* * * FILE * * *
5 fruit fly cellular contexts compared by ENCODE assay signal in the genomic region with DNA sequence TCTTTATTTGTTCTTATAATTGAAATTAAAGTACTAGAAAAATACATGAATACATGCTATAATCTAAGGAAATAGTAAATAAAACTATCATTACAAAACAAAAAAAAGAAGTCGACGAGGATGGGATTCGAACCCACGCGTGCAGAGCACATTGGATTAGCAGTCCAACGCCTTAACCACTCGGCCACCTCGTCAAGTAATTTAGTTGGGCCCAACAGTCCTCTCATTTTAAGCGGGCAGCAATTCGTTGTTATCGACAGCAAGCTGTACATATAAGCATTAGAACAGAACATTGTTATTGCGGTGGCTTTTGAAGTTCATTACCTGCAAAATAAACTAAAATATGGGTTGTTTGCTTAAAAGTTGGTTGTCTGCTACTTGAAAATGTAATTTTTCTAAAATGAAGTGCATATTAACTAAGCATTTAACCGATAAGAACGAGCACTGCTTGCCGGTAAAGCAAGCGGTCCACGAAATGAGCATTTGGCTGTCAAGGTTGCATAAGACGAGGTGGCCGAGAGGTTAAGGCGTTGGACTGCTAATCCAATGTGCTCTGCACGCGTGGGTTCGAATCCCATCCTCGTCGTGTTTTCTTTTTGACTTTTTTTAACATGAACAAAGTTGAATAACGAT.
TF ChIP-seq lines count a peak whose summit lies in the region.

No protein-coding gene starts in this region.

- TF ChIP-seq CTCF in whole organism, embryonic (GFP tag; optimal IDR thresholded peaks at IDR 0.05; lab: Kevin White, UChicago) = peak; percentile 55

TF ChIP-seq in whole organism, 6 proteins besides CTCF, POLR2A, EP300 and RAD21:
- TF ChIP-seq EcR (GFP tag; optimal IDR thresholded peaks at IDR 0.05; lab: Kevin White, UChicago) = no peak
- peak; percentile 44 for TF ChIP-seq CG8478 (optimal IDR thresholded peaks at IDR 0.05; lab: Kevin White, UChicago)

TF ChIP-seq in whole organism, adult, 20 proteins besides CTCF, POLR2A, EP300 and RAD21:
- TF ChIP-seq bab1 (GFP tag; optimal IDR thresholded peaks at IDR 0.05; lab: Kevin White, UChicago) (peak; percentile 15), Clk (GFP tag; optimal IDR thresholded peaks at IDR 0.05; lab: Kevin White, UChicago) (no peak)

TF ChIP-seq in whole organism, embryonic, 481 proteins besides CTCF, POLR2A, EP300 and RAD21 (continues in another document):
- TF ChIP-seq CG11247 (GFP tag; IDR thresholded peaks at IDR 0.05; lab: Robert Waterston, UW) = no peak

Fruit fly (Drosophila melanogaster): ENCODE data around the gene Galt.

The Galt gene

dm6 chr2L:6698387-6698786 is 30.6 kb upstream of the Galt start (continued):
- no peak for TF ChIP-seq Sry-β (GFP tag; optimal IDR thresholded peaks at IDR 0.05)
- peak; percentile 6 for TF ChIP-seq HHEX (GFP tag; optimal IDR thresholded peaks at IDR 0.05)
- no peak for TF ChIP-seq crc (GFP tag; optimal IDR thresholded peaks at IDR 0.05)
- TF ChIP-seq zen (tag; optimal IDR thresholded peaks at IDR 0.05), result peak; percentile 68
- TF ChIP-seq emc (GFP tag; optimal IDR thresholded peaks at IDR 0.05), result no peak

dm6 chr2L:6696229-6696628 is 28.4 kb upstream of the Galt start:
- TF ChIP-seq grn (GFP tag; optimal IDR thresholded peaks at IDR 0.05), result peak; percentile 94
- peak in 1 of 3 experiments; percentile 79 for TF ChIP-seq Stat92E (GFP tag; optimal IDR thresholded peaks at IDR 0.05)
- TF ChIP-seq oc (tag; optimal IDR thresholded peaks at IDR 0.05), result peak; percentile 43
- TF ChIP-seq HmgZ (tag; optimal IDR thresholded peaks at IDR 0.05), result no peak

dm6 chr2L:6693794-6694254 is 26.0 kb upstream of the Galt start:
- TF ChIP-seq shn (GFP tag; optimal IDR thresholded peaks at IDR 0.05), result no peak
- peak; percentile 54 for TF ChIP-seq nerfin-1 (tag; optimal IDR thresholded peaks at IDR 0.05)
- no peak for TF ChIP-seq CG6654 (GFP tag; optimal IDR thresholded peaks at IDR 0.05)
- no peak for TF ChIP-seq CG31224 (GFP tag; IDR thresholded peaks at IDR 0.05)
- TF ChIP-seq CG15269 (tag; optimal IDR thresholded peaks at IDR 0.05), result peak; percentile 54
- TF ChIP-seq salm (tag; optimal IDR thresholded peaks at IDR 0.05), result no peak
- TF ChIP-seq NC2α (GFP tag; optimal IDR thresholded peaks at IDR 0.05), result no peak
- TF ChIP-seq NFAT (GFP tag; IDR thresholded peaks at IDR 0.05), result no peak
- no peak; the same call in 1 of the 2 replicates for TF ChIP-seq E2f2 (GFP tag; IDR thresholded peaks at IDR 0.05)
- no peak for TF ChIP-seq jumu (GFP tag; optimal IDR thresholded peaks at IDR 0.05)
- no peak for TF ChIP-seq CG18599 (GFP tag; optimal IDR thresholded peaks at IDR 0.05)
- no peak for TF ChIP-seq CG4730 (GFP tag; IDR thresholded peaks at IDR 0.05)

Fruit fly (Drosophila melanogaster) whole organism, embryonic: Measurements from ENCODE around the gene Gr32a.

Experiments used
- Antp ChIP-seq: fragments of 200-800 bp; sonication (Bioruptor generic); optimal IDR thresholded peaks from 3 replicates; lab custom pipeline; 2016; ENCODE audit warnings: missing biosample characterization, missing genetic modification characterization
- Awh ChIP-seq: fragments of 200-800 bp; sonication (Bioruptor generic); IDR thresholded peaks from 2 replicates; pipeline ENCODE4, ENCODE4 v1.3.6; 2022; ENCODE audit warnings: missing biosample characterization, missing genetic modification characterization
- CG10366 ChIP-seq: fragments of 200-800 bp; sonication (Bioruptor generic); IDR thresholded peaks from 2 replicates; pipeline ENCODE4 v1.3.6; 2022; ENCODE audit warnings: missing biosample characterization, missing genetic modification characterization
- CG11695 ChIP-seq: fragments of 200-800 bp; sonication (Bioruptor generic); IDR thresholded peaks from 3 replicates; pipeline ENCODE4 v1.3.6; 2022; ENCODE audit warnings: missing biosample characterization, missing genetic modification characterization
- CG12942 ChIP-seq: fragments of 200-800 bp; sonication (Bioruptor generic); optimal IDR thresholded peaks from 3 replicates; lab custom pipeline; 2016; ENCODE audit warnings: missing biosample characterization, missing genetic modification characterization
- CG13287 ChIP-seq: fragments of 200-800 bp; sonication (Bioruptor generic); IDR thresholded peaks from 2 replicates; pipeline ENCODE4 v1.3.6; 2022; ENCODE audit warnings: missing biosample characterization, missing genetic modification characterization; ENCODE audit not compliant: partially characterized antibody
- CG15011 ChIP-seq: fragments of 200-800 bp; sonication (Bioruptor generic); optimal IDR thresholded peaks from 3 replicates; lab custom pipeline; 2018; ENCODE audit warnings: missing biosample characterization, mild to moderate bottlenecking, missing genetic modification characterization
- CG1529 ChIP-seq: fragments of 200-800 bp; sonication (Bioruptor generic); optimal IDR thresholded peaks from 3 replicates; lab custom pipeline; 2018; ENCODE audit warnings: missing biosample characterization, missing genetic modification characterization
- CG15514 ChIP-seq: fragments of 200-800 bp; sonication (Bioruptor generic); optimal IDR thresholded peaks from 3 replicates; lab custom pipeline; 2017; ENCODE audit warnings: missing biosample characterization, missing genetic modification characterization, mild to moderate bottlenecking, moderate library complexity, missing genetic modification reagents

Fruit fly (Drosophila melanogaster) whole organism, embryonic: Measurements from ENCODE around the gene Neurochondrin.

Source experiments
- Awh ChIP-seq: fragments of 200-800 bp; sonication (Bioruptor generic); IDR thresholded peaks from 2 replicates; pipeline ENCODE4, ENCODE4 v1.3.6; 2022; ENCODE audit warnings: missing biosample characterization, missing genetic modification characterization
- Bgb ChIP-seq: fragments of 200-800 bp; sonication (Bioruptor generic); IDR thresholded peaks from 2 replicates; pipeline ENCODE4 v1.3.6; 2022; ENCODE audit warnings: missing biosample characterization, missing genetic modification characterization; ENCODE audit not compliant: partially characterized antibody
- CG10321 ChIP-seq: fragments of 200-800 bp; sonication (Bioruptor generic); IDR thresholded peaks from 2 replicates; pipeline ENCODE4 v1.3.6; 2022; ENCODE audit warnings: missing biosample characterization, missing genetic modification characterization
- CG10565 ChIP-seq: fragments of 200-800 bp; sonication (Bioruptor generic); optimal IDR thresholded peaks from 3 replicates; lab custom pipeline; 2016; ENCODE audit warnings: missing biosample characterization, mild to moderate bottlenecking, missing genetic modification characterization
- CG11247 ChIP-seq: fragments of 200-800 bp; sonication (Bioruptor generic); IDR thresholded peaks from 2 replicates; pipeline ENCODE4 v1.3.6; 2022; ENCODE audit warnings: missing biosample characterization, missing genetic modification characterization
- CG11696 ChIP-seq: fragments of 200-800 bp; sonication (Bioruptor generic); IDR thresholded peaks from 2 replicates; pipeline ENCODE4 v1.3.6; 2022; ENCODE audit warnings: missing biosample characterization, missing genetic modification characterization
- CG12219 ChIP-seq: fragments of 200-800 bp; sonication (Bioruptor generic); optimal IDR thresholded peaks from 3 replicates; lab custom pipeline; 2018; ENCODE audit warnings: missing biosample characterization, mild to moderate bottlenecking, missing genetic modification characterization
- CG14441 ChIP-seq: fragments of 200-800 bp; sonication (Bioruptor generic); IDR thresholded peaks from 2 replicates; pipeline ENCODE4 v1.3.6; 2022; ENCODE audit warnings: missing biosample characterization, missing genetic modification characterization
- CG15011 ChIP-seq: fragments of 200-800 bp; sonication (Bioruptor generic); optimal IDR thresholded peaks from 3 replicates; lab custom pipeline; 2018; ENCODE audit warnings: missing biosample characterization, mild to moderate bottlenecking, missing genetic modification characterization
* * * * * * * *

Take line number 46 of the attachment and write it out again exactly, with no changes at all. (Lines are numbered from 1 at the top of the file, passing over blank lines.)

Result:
- CG15011 ChIP-seq: fragments of 200-800 bp; sonication (Bioruptor generic); optimal IDR thresholded peaks from 3 replicates; lab custom pipeline; 2018; ENCODE audit warnings: missing biosample characterization, mild to moderate bottlenecking, missing genetic modification characterization